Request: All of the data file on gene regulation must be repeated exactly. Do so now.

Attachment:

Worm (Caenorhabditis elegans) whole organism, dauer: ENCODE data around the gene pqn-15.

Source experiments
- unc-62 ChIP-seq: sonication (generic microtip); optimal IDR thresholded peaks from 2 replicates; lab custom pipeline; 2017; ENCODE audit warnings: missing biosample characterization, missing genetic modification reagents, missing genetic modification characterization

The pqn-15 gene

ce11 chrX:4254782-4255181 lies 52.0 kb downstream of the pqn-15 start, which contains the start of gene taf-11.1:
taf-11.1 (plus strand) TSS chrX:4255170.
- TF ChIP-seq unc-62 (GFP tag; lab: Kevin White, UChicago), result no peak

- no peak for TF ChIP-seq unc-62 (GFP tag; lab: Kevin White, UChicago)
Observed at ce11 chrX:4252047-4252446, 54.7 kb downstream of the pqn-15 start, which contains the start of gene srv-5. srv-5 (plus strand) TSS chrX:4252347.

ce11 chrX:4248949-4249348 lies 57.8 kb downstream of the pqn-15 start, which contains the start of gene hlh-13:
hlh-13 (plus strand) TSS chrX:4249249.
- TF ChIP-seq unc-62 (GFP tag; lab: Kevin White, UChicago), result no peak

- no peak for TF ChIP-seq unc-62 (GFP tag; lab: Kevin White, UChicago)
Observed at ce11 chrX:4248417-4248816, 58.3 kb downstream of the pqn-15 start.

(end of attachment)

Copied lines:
Worm (Caenorhabditis elegans) whole organism, dauer: ENCODE data around the gene pqn-15.

Source experiments
- unc-62 ChIP-seq: sonication (generic microtip); optimal IDR thresholded peaks from 2 replicates; lab custom pipeline; 2017; ENCODE audit warnings: missing biosample characterization, missing genetic modification reagents, missing genetic modification characterization

The pqn-15 gene

ce11 chrX:4254782-4255181 lies 52.0 kb downstream of the pqn-15 start, which contains the start of gene taf-11.1:
taf-11.1 (plus strand) TSS chrX:4255170.
- TF ChIP-seq unc-62 (GFP tag; lab: Kevin White, UChicago), result no peak

- no peak for TF ChIP-seq unc-62 (GFP tag; lab: Kevin White, UChicago)
Observed at ce11 chrX:4252047-4252446, 54.7 kb downstream of the pqn-15 start, which contains the start of gene srv-5. srv-5 (plus strand) TSS chrX:4252347.

ce11 chrX:4248949-4249348 lies 57.8 kb downstream of the pqn-15 start, which contains the start of gene hlh-13:
hlh-13 (plus strand) TSS chrX:4249249.
- TF ChIP-seq unc-62 (GFP tag; lab: Kevin White, UChicago), result no peak

- no peak for TF ChIP-seq unc-62 (GFP tag; lab: Kevin White, UChicago)
Observed at ce11 chrX:4248417-4248816, 58.3 kb downstream of the pqn-15 start.